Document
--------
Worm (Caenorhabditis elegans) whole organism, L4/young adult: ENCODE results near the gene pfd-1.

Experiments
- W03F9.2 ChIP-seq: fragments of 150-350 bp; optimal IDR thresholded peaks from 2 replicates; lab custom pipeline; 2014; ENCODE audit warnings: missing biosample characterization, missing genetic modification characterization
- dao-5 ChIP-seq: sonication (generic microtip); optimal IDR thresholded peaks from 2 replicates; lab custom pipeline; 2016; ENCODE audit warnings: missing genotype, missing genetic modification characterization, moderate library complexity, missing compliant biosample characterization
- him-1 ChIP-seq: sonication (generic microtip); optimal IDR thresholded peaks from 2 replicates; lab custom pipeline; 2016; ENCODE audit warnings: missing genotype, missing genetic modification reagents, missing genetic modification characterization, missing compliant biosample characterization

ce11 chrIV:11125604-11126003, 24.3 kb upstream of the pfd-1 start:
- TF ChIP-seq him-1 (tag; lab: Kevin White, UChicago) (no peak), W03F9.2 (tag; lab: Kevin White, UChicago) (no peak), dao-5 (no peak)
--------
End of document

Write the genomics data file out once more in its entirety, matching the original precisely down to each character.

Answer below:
Worm (Caenorhabditis elegans) whole organism, L4/young adult: ENCODE results near the gene pfd-1.

Experiments
- W03F9.2 ChIP-seq: fragments of 150-350 bp; optimal IDR thresholded peaks from 2 replicates; lab custom pipeline; 2014; ENCODE audit warnings: missing biosample characterization, missing genetic modification characterization
- dao-5 ChIP-seq: sonication (generic microtip); optimal IDR thresholded peaks from 2 replicates; lab custom pipeline; 2016; ENCODE audit warnings: missing genotype, missing genetic modification characterization, moderate library complexity, missing compliant biosample characterization
- him-1 ChIP-seq: sonication (generic microtip); optimal IDR thresholded peaks from 2 replicates; lab custom pipeline; 2016; ENCODE audit warnings: missing genotype, missing genetic modification reagents, missing genetic modification characterization, missing compliant biosample characterization

ce11 chrIV:11125604-11126003, 24.3 kb upstream of the pfd-1 start:
- TF ChIP-seq him-1 (tag; lab: Kevin White, UChicago) (no peak), W03F9.2 (tag; lab: Kevin White, UChicago) (no peak), dao-5 (no peak)